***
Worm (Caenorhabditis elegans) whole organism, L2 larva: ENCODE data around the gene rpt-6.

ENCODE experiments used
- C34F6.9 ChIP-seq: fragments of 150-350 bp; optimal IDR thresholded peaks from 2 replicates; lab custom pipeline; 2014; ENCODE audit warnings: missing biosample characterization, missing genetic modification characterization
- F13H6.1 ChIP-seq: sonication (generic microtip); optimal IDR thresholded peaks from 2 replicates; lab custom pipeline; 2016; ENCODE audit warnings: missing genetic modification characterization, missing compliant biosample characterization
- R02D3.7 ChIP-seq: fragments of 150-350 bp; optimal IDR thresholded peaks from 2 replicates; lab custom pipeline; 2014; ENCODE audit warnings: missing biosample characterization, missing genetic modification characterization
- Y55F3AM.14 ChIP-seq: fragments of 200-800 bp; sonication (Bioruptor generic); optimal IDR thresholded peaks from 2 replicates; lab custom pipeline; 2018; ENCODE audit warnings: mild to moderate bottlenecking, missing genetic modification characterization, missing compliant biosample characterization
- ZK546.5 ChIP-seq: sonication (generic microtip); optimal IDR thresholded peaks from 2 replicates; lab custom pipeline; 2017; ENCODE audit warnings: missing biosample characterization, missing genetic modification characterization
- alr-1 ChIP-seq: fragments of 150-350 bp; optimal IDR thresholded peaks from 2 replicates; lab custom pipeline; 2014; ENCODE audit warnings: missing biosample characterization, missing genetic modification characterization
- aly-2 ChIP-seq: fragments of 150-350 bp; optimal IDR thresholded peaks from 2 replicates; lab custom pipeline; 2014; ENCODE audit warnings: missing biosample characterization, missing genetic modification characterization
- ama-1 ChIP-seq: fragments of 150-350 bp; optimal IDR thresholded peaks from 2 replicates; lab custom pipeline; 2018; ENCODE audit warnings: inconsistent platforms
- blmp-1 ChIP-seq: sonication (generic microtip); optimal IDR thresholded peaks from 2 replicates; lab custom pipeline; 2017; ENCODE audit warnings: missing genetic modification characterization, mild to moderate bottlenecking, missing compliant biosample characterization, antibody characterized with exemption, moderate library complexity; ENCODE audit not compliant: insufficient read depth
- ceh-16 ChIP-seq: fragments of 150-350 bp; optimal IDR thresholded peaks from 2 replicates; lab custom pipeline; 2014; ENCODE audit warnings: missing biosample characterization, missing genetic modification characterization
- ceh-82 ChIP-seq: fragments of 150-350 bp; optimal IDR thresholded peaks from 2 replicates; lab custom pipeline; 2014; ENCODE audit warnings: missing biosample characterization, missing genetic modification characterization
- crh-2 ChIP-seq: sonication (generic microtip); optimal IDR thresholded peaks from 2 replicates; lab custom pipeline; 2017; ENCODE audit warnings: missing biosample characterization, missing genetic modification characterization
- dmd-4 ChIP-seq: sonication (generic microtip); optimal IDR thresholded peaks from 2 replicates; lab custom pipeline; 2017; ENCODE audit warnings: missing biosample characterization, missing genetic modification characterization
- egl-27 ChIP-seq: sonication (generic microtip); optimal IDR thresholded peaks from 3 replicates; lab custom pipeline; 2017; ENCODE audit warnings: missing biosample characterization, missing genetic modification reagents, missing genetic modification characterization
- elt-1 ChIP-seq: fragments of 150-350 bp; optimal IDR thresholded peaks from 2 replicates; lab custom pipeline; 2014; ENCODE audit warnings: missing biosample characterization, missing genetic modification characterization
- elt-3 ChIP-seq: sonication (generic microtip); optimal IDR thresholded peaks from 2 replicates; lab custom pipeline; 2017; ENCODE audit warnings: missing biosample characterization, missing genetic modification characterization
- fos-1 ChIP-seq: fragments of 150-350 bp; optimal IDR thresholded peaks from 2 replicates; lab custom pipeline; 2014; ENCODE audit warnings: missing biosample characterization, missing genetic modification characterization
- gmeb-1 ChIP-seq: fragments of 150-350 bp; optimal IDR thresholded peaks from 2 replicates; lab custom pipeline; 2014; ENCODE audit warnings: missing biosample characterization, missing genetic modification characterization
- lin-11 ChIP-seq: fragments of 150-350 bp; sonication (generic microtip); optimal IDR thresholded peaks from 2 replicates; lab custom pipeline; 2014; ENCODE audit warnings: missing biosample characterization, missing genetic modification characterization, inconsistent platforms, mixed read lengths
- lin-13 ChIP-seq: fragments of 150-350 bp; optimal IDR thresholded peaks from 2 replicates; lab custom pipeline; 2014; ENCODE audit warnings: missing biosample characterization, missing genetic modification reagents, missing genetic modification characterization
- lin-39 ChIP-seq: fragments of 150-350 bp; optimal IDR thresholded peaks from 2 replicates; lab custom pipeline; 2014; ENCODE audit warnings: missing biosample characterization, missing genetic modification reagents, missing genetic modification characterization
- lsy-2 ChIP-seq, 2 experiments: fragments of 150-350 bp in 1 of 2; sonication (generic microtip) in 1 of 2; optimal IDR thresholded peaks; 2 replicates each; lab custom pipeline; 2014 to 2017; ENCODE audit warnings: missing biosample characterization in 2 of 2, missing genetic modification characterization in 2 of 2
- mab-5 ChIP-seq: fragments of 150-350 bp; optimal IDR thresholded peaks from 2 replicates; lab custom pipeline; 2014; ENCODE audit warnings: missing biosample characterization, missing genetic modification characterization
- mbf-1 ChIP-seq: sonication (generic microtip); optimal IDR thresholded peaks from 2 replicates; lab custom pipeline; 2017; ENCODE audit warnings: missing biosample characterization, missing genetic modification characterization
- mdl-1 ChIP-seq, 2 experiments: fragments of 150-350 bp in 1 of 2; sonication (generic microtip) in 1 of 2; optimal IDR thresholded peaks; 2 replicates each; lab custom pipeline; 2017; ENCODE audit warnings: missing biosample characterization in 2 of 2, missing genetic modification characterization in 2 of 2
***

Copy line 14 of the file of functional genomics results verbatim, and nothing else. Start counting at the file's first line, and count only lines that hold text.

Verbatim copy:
- crh-2 ChIP-seq: sonication (generic microtip); optimal IDR thresholded peaks from 2 replicates; lab custom pipeline; 2017; ENCODE audit warnings: missing biosample characterization, missing genetic modification characterization